The postpartum period begins right after birth up to 6-8 weeks later when your body successfully returns to its pre-pregnancy state. Here is everything you need to know about recovery from childbirth or the time prior to delivery to postpartum period, including your postpartum body:

What’s normal bleeding post-birth?

Postpartum bleeding, also known as lochia, can go for about 6 weeks after birth. The heavy period eliminates tissues, leftover blood and mucus from your uterus. 

Expect heavy flow 10 days after birth, then it reduces over time. The blood changes in color from red to pink to brown and finally yellowish-white as it wades off.

Consult your doctor if you experience large clots or your flow causes you to use one pad each hour. Your doctor determines whether your flow is normal or postpartum hemorrhage. Avoid using tampons at this time and only use pads.

Learn how to quicken postpartum recovery

You can speed up postpartum healing to hasten your recovery and feel better. Consider the following tips to get you started:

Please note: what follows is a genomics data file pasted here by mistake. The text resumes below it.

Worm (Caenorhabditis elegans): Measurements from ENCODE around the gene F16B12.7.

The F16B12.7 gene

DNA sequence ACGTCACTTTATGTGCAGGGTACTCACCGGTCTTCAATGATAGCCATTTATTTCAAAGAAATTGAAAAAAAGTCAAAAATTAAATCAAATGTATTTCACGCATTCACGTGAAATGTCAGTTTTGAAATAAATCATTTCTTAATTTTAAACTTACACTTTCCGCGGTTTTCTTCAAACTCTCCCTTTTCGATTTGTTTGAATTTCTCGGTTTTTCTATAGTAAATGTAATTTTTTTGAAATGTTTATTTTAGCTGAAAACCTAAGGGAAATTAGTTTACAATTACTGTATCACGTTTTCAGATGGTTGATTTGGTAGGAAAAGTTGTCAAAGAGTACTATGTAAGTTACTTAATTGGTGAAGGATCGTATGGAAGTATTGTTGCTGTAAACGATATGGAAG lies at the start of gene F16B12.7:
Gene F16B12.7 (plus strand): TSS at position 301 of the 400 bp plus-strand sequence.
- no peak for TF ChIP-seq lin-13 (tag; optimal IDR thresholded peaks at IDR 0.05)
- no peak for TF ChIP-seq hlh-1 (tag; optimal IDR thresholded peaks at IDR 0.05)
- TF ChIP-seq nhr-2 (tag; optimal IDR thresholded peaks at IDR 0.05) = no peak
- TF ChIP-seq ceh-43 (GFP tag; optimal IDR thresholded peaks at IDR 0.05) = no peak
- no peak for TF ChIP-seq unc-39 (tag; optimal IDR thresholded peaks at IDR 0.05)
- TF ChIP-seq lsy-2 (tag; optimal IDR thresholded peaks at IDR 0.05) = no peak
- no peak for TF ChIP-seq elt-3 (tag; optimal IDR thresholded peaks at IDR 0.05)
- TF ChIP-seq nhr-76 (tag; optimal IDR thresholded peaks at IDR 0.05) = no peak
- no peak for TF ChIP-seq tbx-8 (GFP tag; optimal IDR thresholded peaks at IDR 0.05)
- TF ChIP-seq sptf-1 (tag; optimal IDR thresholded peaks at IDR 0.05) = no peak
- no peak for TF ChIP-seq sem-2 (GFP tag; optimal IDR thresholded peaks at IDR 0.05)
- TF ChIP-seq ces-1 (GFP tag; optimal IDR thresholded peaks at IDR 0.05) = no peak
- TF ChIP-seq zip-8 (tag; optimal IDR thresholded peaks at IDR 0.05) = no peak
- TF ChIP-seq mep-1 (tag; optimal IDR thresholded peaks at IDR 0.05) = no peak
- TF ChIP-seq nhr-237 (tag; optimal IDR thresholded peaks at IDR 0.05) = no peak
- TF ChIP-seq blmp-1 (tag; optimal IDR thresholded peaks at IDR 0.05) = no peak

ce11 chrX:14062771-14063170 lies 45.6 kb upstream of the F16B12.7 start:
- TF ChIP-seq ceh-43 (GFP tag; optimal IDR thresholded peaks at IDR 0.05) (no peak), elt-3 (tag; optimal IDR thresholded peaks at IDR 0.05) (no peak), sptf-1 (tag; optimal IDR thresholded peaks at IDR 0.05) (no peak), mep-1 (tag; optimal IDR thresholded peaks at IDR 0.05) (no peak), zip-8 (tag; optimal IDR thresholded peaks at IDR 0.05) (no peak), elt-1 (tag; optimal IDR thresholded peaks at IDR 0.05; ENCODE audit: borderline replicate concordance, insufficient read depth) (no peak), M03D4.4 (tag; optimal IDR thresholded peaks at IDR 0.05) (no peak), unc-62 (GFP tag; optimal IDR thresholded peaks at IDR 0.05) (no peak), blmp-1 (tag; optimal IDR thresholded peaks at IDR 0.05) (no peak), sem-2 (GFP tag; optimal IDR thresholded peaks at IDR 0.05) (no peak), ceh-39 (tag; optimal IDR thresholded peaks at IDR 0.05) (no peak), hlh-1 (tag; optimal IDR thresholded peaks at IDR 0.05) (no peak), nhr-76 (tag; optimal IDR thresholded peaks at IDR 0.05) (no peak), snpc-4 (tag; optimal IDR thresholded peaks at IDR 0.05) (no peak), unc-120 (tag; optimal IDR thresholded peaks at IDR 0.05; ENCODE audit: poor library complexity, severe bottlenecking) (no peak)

• Care for your C-section scar – use water and soap to clean your C-section incision; do it gently. Nab the area with a clean towel to dry it before applying antibiotic ointment to prevent infections. Your doctor will advise whether to leave the wound open or cover it. Avoid intense exercises and lifting of heavy things, except your baby.
  • Ice your perineum for faster healing – 24 hours after birth, apply ice on your perineum every two hours to help it heal faster. Spray it with warm water pre- and post-peeing to prevent urine irritation on the wounds.  Indulge in warm sitz bath thrice a day for about 20 minutes to ease pain. Sleep on your side and avoid prolonged sitting or standing periods.